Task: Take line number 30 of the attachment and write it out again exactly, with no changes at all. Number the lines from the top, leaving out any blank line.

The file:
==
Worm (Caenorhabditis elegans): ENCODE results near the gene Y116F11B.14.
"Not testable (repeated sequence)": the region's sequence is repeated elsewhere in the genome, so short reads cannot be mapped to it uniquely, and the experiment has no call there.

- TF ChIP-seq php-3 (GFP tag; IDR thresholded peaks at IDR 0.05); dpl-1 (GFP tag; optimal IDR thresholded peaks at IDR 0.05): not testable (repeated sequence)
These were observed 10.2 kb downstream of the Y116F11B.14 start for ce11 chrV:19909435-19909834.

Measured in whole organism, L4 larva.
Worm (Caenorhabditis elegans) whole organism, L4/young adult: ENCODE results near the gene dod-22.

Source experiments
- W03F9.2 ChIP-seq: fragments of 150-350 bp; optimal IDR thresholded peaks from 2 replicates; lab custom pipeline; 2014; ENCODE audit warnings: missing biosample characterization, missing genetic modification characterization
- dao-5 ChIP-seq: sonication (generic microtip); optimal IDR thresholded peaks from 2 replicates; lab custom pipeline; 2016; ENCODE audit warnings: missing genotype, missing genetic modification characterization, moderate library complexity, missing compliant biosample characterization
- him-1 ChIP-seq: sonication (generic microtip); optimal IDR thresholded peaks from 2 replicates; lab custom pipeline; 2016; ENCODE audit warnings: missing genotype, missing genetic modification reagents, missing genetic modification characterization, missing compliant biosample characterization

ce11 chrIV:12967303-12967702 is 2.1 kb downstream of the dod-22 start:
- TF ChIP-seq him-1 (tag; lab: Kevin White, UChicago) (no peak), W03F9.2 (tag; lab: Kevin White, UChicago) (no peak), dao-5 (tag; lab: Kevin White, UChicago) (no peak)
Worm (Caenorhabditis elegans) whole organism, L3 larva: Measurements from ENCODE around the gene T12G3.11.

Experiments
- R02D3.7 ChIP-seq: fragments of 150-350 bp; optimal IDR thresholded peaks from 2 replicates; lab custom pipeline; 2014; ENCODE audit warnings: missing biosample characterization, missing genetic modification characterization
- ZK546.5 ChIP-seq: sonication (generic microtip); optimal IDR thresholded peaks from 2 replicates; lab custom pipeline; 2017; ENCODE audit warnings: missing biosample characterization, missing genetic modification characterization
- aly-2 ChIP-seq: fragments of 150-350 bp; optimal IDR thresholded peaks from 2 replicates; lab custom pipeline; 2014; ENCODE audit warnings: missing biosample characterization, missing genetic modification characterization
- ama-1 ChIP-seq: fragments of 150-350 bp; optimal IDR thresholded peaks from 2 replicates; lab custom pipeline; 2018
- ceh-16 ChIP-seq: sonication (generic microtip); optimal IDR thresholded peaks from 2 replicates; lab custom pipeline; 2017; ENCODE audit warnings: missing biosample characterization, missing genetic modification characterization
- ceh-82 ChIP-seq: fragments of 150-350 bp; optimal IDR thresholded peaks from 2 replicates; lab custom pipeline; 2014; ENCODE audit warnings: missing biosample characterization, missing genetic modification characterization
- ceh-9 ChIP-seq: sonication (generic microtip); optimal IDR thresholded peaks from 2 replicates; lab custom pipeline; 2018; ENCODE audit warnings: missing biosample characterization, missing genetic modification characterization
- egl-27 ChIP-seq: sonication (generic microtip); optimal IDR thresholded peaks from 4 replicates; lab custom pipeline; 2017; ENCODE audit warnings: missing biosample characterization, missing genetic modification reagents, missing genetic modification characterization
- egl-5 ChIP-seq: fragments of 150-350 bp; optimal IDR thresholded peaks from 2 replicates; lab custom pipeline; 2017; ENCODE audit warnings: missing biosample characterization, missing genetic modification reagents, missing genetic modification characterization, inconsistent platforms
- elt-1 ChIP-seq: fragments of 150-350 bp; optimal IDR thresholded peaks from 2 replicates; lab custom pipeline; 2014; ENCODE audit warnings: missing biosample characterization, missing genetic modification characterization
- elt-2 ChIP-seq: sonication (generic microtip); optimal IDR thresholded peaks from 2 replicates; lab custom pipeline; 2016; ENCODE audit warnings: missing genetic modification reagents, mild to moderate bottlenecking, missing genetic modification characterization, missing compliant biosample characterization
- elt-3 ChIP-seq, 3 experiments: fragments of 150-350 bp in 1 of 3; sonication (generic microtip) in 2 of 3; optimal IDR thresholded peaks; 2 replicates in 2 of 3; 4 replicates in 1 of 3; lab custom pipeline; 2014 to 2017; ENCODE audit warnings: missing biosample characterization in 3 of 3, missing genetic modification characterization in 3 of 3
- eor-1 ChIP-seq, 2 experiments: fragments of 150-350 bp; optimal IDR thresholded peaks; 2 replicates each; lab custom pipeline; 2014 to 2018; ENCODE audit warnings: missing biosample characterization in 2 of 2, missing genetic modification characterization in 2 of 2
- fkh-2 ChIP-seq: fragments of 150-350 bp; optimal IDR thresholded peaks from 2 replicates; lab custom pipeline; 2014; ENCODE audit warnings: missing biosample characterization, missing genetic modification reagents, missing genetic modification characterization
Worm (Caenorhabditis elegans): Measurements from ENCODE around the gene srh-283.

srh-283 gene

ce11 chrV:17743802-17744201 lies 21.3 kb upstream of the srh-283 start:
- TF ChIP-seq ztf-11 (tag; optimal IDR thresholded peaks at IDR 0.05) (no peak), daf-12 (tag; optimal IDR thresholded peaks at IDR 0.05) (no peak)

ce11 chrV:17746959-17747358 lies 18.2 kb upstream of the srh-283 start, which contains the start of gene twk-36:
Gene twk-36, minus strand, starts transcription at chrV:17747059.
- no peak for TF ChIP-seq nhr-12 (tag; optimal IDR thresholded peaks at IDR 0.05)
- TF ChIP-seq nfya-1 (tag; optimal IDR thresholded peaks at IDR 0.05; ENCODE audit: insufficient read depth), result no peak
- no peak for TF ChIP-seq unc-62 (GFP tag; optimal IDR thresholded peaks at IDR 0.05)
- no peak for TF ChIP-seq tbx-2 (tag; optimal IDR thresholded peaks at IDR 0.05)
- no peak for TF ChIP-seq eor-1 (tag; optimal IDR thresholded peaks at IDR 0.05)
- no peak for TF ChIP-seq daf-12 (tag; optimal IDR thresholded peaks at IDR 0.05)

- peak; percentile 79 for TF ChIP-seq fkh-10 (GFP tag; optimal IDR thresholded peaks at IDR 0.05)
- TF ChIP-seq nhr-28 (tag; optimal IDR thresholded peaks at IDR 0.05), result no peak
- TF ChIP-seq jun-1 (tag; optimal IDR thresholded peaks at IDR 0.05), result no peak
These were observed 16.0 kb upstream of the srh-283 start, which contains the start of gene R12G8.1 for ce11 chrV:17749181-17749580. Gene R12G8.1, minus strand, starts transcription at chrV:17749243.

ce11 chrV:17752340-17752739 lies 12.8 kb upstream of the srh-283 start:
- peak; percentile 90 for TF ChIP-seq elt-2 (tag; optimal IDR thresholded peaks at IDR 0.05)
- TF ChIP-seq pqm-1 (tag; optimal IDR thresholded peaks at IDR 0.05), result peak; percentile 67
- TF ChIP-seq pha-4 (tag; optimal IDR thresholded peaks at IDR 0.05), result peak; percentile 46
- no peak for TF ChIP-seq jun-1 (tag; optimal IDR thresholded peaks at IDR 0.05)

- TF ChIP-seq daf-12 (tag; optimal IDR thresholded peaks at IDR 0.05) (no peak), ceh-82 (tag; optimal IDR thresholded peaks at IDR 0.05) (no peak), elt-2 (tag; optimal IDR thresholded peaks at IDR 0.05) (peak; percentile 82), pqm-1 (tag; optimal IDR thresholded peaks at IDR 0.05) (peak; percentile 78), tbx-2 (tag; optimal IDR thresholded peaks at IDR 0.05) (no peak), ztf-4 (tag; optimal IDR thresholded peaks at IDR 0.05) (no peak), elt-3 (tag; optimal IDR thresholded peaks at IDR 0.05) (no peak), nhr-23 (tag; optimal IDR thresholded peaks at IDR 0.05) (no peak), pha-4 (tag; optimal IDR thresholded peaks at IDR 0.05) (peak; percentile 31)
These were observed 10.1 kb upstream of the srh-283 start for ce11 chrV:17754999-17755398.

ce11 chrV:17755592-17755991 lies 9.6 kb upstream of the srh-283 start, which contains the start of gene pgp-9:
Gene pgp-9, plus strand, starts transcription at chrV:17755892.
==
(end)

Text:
srh-283 gene